Submitted by Darren Smith, Guest Blogger
“Five percent of our population lives in NYCHA housing, 20 percent of the crime is in NYCHA housing – numbers like that. And we’ve just got to find some way to keep bringing crime down there. And we have a whole group of police officers assigned to NYCHA housing,” Bloomberg said. “The people that live there, most of them, want more police protection. They want more people. If you have strangers walking in the halls of your apartment building, don’t you want somebody to stop and say, ‘Who are you, why are you here?’”
According to this proposal, keeping crime down would be successfully addressed by requiring all residents to submit to fingerprinting as a condition of residency. Supposedly, the fingerprint or other biometric data would be used for biometric access devices such as live fingerprint scanning devices mated with door locks. Yet, the centuries old method of using a key seems to work almost as well and so could perhaps an electronic RFID or magnetic stripe card device such as those used in many hotels. Is security the real goal or is it more nuanced?
Approximately 620,000 persons reside in NYC Housing Authority properties. One has to wonder about practicality in fingerprinting this many individuals, especially if a large portion of these residents are young children where fingerprinting is difficult. One could estimate if somehow this was manageable at even three minutes per set it would require. At 248 office days per year and an 8 hour workday it would take over 15 worker years to fingerprint the existing residents, assuming there was no turnover or births or additions or subtractions.
But what will be more startling to many would be the implication to civil liberties and perhaps the insult in the minds of a large percentage of the tenants this would foster. The proffered intent would be that by fingerprinting each of the tenants and merging that with the security system theoretically only those who have prints were on file would be allowed access into the building. But somehow Mayor Bloomberg believes having a fingerprint on file would allow someone in authority or a tenant to be able to see a person who does or does reside there and is walking down the halls, scan their fingerprints using their eyeballs, and then be able to verify that this person is a resident.
But if such a system is implemented, what is to be done with guests of tenants or for those wishing to contact the residents for any lawful purpose? And realistically how easy would it be to defeat this scheme? One nefarious resident simply opens the door and a phalanx of crooks marches in.
Practicalities aside, is it reasonable for those who through economic need reside in government housing blocks must submit to fingerprinting as is the case with those accused of crimes who are booked into jail while those who are of better means who rent or purchase their own residences not required?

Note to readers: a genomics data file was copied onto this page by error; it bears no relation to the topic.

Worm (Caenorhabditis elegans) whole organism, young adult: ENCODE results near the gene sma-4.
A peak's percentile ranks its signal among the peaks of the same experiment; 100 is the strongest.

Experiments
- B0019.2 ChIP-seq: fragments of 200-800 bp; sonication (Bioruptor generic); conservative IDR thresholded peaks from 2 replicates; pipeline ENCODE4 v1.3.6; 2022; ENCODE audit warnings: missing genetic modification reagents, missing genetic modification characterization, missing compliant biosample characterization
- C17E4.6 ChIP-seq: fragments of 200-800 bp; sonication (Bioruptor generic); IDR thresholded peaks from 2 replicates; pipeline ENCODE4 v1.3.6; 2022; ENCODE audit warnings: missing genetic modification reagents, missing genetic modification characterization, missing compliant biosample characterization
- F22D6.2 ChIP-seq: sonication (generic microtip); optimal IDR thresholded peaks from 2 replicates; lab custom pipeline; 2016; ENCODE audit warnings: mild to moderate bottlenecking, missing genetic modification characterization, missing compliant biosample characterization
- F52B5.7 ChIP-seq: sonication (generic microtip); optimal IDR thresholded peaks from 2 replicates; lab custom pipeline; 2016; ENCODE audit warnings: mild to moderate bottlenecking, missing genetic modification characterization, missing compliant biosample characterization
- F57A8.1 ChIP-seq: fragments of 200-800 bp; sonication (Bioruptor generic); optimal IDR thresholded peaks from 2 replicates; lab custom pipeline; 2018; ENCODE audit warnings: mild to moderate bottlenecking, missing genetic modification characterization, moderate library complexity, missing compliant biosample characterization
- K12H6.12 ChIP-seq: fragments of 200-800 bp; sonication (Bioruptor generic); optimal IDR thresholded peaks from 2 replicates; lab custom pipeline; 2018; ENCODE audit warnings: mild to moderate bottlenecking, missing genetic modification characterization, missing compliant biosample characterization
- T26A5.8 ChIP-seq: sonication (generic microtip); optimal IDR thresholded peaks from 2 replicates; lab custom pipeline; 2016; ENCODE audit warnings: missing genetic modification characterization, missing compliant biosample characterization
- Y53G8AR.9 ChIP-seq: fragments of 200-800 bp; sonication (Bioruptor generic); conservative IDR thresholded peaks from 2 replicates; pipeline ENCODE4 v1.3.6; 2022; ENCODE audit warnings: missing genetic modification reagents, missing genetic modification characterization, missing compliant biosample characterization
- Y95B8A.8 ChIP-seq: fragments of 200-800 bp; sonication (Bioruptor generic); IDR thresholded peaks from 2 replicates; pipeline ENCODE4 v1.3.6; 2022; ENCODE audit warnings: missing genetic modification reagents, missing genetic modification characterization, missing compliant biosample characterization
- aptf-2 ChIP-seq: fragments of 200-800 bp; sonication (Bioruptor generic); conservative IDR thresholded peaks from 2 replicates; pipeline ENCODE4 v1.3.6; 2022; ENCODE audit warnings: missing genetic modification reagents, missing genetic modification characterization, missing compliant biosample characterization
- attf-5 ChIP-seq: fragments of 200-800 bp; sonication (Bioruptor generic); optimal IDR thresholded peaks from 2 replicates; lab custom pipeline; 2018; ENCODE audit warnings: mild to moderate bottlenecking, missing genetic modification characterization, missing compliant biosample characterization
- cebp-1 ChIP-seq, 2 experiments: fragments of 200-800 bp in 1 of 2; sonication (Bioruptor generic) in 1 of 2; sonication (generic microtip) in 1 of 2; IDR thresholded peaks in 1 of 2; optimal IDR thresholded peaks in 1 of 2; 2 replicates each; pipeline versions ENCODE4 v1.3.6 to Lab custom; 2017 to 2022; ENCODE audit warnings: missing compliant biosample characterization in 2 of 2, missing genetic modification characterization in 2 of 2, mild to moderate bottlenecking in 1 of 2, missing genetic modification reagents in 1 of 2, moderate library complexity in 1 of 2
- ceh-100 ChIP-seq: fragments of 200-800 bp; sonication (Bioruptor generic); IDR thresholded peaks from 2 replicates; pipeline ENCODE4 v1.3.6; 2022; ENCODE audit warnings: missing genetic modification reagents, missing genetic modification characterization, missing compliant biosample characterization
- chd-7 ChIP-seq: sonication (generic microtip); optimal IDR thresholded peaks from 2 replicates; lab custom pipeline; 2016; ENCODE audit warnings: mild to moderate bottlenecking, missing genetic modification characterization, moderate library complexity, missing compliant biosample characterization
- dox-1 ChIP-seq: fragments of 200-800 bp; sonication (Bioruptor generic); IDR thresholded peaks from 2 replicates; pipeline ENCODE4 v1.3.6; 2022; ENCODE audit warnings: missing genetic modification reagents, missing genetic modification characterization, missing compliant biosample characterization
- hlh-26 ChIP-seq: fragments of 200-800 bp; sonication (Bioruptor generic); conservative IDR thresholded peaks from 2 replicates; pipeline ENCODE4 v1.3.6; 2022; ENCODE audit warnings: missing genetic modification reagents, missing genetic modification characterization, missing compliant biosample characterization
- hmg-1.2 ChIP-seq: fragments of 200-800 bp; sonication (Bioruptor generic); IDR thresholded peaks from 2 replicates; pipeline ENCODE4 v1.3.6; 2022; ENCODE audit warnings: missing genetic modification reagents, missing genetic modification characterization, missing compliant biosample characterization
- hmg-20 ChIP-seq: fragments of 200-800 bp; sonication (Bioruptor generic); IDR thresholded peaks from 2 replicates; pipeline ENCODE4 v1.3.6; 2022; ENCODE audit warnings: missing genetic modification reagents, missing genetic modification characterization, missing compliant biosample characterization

But we should also ask, what the true purpose of this is, if there is one. Is it really to screen people or manage who enter the building? Fingerprinting the entire population of NYC is not going to reduce crime by any significant amount. It does have a purpose in identification only. Fingerprints only show who a person is and that they were present at a location to leave a latent print on an object. If one or both of these elements is absent a fingerprint is useless. Yet, the identification potential has the ability to detect who is actually applying to be a resident; that is if their fingerprints are on file. The problem comes in the use of this data.
Some states prohibit children under a certain age from being fingerprinted for a criminal arrest and / or conviction. Would this proposed rule by a means of bypassing this? Some security cleared employment applicants are required to submit a finger print card, such as those in positions of responsibility, investment managers, government agents and the likes. These cards are then compared with a national database to determine identification and if these prints are matched to those latent prints that were taken from crime scenes. Haphazard data entry by negligent employees can lead to incidences where one set of prints might be mismatched to another person, resulting years later possibly in the wrong person being implicated for a crime due a latent print matching the wrong person mistakenly entered into the database. The location for these print cards are also identified, so those who have submitted fingerprints (if these prints are to be merged into the federal databases) by reason of being public housing applicants when a comparison is made for them later in life it can show that the purpose of this person’s fingerprinting was that they had applied for public housing. Would this lead to a discriminatory treatment of the person, or at least an unfavorable view by some people who might hold a prejudice? And do people have a right to simple be not included in a government database when they have not committed any crime and elected not to apply for a security clearance?
But what kind of society requires it’s most financially vulnerable to submit to the same fingerprinting as those booked into jail as a condition to reside in public housing? And, what if the potential resident elects to refuse to submit to these procedures? Do the children of a single parent have to rely on the charity of others, or be homeless because a parent chooses, for whatever reason they have, to not be printed? Are we also to accept that economically disadvantaged people are criminals by nature and therefore are subjected to a different set of rules for different strata of citizens?
Source CBS New York